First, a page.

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A Plan of Conduct

Those who write of the art of poetry teach us that if we would write what may be worth the reading, we ought always, before we begin, to form a regular plan and design of our piece: otherwise, we shall be in danger of incongruity. I am apt to think it is the same as to life. I have never fixed a regular design in life; by which means it has been a confused variety of different scenes. I am now entering upon a new one: let me, therefore, make some resolutions, and form some scheme of action, that, henceforth, I may live in all respects like a rational creature.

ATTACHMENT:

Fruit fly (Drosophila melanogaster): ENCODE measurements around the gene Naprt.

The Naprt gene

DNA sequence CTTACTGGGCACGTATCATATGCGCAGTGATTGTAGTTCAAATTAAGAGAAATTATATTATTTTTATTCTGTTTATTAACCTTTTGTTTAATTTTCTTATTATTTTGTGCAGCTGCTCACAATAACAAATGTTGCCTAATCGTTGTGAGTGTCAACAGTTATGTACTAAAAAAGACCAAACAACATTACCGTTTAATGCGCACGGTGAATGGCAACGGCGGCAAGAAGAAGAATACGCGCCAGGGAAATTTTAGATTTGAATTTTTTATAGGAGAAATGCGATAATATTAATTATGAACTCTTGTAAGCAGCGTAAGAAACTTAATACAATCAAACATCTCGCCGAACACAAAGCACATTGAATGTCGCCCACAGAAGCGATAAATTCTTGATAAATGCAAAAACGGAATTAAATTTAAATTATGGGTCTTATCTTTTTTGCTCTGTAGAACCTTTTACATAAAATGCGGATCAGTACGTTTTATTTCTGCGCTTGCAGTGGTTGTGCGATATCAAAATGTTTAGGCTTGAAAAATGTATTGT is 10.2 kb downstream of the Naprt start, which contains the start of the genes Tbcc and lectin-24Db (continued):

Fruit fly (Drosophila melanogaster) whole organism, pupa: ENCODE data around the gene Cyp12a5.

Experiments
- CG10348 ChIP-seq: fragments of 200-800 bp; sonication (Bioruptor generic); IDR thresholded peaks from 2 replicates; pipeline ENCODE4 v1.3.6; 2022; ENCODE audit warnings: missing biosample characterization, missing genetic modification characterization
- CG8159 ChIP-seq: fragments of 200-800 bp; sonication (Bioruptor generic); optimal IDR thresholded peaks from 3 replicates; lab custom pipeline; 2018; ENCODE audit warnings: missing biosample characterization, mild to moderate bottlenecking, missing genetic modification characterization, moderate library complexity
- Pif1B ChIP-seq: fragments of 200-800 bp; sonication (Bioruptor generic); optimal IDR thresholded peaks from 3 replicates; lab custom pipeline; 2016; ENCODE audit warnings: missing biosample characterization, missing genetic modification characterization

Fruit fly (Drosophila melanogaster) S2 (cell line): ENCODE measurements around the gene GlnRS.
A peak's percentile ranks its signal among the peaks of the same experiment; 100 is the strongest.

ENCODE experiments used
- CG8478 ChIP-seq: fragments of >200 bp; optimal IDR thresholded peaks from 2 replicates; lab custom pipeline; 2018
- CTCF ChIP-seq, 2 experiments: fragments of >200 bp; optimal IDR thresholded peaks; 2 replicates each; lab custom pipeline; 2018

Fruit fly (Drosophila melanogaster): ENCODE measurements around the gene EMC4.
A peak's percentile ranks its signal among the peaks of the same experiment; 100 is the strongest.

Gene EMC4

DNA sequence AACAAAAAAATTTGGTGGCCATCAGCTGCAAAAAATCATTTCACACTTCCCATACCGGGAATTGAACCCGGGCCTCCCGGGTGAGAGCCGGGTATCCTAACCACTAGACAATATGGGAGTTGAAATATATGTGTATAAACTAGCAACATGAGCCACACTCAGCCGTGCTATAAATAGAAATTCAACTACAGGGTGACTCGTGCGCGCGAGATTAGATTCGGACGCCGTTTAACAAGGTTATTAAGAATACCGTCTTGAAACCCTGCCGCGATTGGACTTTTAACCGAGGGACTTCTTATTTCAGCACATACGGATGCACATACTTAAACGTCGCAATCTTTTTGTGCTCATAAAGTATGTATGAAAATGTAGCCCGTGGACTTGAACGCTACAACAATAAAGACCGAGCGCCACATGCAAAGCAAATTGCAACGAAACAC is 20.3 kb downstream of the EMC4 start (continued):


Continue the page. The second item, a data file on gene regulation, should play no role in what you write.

1. It is necessary for me to be extremely frugal for some time, till I have paid what I owe.

2. To endeavour to speak truth in every instance; to give nobody expectations that are not likely to be answered, but aim at sincerity in every word and action — the most amiable excellence in a rational being.

3. To apply myself industriously to whatever business I take in hand, and not divert my mind from my business by any foolish project of growing suddenly rich; for industry and patience are the surest means of plenty.

4. I resolve to speak ill of no man whatever, not even in a matter of truth; but rather by some means excuse the faults I hear charged upon others, and upon proper occasions speak all the good I know of every body.

Industry and patience are the surest means of plenty. -Benjamin Franklin

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